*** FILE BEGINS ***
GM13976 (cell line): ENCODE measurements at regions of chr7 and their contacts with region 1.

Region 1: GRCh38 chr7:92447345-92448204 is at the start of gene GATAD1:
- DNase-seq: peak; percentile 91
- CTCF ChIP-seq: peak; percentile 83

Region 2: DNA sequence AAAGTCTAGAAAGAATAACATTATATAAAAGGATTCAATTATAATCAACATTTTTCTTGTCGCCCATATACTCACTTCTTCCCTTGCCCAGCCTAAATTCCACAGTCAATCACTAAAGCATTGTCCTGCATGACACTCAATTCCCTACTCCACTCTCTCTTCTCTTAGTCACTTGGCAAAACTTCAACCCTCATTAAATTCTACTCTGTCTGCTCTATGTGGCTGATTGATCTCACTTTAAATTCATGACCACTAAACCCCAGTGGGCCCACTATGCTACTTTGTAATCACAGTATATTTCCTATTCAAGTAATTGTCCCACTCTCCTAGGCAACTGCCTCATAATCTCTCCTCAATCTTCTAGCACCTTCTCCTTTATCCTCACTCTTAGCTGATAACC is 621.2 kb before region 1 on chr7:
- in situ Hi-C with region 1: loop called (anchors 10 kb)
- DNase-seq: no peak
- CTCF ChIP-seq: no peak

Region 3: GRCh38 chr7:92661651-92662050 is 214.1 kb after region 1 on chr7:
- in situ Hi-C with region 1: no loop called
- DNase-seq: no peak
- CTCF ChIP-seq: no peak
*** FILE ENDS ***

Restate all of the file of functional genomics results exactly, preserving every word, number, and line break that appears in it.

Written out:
GM13976 (cell line): ENCODE measurements at regions of chr7 and their contacts with region 1.

Region 1: GRCh38 chr7:92447345-92448204 is at the start of gene GATAD1:
- DNase-seq: peak; percentile 91
- CTCF ChIP-seq: peak; percentile 83

Region 2: DNA sequence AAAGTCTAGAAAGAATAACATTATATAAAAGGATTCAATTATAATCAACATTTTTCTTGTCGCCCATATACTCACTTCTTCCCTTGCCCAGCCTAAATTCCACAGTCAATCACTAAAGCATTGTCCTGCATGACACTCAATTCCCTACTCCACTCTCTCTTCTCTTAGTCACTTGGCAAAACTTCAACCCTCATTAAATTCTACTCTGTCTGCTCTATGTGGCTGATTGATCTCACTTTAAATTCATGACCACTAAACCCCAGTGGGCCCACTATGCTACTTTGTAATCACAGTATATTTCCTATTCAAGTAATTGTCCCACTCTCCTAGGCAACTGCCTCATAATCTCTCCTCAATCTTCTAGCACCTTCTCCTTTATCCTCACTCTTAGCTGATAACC is 621.2 kb before region 1 on chr7:
- in situ Hi-C with region 1: loop called (anchors 10 kb)
- DNase-seq: no peak
- CTCF ChIP-seq: no peak

Region 3: GRCh38 chr7:92661651-92662050 is 214.1 kb after region 1 on chr7:
- in situ Hi-C with region 1: no loop called
- DNase-seq: no peak
- CTCF ChIP-seq: no peak